Some would say there is no such thing as a sure bet, but after seeing the film “No Small Matter” recently, I would beg to differ.

The film — which was brought to the region by a local collaborative concerned about child care — drove home a critical message that we should heed. An early investment in quality child care between the ages of zero and 5 has an enormous return on an investment.

According to the film, the money saved in the health-care system, in prisons, in tax revenue and in special education is somewhere between $4 and $13 for every dollar invested in a young child.

Chris Hardie


Think about that for a moment. Invest $1 and get a return of between 400% and 1,300%. And we receive children who grow up prepared for success, ready for the workforce which so desperately needs them.

The brand new documentary film was brought to the region by the Great Rivers United Way, the sparks! child care collaborative, The Parenting Place, Once Upon a Child and the International Performing Arts Campus. I was pleased that 7 Rivers Alliance helped to promote the film.

I attended the first viewing of the 70-minute film on Aug. 24 at the La Crosse Rivoli Theatre. It was also shown on Aug. 28 at Onalaska International Performing Arts Campus and will be shown Tuesday, Sept. 10, at 6:30 p.m. at the Prairie du Chien Memorial Library.

The 7 Rivers Alliance Workforce Development Plan in 2015 identified the lack of quality child care as one of three challenges to the region’s workforce, along with housing and transportation.

We have invested many hours working with area collaboratives to help identify the challenges of child care and possible solutions. We held a child-care summit in April to discuss the topic.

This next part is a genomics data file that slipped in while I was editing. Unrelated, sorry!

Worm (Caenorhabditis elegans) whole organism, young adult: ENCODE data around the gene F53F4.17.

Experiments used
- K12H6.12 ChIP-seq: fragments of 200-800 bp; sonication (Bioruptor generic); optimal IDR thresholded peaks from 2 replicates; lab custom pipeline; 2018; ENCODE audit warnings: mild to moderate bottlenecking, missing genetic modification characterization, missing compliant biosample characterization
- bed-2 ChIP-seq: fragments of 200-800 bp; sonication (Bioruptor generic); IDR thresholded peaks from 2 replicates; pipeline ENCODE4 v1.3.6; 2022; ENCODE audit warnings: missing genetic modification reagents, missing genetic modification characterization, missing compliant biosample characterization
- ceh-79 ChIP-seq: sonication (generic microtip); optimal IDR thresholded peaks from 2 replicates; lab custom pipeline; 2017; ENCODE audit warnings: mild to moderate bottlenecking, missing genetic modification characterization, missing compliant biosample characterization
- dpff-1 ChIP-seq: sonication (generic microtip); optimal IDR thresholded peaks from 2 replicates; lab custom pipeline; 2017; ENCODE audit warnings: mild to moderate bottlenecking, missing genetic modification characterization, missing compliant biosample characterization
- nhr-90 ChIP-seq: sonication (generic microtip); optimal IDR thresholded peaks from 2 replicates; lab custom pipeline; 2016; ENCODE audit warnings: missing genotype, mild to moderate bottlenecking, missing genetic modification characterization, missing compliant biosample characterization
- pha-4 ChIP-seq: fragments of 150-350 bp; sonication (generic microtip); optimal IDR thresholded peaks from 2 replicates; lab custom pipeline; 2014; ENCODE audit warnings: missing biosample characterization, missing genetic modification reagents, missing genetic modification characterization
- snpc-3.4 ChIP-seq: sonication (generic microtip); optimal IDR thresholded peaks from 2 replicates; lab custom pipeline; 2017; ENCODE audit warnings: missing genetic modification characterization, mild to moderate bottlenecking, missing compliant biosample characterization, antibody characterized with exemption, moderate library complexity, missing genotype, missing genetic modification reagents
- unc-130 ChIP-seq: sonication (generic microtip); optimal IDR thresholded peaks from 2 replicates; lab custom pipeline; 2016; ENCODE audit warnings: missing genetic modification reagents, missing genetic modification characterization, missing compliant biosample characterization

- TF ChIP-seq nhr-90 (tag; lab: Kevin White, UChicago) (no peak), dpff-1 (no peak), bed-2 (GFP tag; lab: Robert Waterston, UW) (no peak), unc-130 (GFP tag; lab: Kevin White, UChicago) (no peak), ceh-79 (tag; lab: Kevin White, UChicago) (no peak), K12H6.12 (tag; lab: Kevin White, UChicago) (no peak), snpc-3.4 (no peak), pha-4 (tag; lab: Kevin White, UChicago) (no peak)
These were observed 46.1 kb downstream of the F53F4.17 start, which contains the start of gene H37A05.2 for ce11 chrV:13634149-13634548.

Our regional challenge of a shortage of quality and affordable child care isn’t unique. The film points out that just 10% of child care in America is considered high quality.

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In 1950, just 12% of mothers with children under 5 were in the workforce. Today it’s 65%. But with lower-wage jobs, today in 33 states the cost of child care for an infant costs more than tuition at a public college.

For some families, child care is simply not an option. Parents are working part-time, staggered shifts, relying on family members or quitting their jobs to take care of their children.

The film demonstrates that the first few years of life for infants is a crucial learning time — billions of neurons are connected by synapses at a rate of 700 per second. If a child doesn’t not have an engaging, loving environment, toxic experiences can rewire the brain and have negative consequences that last a lifetime.

Ranking of child-care investment

If that doesn’t get your attention, maybe this will. Retired military commanders interviewed in the film emphasizing the importance of quality child care said that 71% of all Americans between the ages of 17 and 25 can’t quality for military service, either because they’re too poorly educated, they have a criminal record, or they’re physically unfit.

They equate our failure to invest in early childhood education is a full-blown national security problem.

If the leaders who protect our country take this seriously, maybe we should too.

The good news is that we can solve this. We need to join the rest of the industrialized nations who invest in child care. A report from the Organization for Economic Cooperation and Development shows we rank 30th out of 33 member nations when it comes to public spending on child care as a percentage of gross domestic product.

This will require our elected officials on the federal, state and local level to realize that spending on child care isn’t just an expense — it is an investment. One that we owe the 24 million children in our country under the age of 6.

Locally, the 7 Rivers Alliance will continue to make child care a priority. We’d like you to join that effort.

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